Performing Arts


The Alexander Technique is taught in many of the top performing arts colleges and conservatories because it is an effective method for developing performer’s inner resources, both physical and emotional. It improves sensory awareness and deepens one’s self knowledge. Performers, whether they are dancers, actors or musicians, gain the subtle awareness that allows them to learn from the inside out.
The technique reduces stress and enhances skills by teaching students to release habits of excess tension. They learn to reconnect with the most basic elements of physical support and balance. This process also improves the accuracy and reliability of their kinesthetic sense.
To achieve advanced levels of skill, performing artists, rehearse and practice many hours a day. Lessons in the Alexander Technique teach them to change the subtle but extremely important aspects of posture and joint action that can make the difference between growing in strength and succumbing to repetitive stress injuries. Students learn to train with an economical use of energy; they achieve more with less effort.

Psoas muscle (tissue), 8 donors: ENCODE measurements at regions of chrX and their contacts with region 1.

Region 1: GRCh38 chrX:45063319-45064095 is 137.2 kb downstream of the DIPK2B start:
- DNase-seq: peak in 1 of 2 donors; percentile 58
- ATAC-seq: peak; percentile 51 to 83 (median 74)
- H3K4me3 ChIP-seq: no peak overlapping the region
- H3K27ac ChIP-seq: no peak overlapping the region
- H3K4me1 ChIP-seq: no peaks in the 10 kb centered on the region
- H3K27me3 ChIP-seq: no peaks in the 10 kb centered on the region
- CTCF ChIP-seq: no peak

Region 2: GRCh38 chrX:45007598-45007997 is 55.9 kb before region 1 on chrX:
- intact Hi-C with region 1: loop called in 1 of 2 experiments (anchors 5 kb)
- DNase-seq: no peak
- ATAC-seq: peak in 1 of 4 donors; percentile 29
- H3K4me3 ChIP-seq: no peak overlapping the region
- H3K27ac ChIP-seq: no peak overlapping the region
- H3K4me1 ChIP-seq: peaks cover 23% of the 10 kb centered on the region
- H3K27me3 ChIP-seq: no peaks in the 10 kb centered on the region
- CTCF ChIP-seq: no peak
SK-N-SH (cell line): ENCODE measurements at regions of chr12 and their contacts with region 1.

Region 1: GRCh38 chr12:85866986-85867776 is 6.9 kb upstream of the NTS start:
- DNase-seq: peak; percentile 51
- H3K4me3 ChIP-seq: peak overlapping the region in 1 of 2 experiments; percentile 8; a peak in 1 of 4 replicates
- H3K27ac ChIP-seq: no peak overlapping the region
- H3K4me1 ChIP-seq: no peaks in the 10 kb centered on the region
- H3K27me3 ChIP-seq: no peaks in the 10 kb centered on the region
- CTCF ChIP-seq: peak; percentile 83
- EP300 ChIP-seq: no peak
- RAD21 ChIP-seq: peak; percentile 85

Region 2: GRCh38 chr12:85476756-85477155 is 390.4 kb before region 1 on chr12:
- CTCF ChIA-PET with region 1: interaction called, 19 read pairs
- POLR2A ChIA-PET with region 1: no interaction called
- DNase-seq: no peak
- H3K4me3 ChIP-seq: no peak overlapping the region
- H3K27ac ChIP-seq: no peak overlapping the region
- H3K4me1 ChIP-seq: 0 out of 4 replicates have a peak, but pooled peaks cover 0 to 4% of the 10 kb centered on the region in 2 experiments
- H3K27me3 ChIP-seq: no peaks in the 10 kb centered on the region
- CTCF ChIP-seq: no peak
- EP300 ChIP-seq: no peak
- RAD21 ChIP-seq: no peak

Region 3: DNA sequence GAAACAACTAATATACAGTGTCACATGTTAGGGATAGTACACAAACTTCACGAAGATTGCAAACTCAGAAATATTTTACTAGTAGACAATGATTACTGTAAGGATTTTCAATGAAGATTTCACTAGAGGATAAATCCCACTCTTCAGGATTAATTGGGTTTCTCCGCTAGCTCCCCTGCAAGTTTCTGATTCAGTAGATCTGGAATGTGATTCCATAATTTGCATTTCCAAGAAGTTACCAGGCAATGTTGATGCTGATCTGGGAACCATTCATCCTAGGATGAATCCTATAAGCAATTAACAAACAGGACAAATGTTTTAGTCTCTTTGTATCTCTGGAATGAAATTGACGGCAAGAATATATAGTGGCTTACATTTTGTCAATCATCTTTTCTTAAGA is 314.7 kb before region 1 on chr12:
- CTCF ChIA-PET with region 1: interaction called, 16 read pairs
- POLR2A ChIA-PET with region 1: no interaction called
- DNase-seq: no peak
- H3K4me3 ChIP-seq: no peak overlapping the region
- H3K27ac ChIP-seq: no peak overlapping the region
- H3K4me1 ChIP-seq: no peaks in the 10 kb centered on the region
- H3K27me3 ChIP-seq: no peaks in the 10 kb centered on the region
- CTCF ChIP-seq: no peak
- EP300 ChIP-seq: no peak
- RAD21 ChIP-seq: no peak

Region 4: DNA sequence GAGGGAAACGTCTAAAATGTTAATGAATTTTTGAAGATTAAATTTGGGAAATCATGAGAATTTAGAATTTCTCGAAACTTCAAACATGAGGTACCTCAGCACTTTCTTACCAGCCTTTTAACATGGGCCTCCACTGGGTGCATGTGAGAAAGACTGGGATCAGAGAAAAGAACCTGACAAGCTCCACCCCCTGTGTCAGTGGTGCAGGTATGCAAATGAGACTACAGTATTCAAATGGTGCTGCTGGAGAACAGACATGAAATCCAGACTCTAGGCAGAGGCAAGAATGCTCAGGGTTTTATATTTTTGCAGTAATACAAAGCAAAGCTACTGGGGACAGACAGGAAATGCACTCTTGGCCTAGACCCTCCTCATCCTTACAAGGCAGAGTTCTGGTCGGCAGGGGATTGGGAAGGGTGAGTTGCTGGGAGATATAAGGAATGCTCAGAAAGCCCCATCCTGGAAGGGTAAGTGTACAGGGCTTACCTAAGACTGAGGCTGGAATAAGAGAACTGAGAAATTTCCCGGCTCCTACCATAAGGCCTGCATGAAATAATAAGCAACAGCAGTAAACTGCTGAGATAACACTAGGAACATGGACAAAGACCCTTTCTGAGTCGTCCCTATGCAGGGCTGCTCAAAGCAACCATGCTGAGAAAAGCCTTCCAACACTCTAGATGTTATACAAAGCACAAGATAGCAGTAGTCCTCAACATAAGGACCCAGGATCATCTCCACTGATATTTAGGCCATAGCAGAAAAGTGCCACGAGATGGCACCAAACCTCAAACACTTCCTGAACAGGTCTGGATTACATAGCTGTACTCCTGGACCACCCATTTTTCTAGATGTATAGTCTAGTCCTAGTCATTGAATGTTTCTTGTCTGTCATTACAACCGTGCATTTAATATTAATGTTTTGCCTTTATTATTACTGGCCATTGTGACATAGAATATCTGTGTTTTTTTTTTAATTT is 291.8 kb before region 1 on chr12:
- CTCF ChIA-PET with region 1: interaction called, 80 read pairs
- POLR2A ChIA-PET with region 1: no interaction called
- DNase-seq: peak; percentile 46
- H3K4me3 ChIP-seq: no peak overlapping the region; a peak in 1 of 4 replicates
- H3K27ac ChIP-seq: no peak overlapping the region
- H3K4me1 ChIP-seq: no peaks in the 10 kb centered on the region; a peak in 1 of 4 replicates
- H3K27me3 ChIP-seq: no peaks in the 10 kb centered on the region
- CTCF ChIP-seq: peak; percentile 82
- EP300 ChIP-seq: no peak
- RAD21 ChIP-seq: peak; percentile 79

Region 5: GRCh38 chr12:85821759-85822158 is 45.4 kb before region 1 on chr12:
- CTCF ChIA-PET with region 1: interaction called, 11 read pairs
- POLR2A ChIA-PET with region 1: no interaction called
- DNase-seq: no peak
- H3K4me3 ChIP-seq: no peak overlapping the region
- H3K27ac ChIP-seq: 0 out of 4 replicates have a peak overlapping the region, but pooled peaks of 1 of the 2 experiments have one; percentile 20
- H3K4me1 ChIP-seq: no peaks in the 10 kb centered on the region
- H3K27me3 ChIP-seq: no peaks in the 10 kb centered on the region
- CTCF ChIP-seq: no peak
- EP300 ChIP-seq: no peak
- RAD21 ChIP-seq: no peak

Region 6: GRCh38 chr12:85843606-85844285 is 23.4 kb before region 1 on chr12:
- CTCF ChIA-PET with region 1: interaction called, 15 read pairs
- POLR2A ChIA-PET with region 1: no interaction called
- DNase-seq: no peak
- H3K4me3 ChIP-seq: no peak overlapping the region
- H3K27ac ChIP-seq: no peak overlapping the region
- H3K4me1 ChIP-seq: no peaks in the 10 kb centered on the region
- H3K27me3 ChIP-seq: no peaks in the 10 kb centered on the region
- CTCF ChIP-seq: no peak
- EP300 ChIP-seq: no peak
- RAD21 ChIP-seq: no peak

As student’s posture improves they find that their breathing is better supported. This leads to more stamina and contributes to an increase in expressive range. It also substantially reduces anxiety. The Alexander Technique has helped many people to overcome stage fright. Performers are able to rid themselves of unwanted habits that may block them from realizing the fullest interpretation of their art.

Why Performers need the Alexander Technique
by Andrea Mathews
(emphasis on musicians)

Dance Magazine May 2004
By Janet Weeks

The Alexander Technique and the Actor
By Meade Andrews and Saura Bartner

Kinesthetic sense=sense of themselves in movement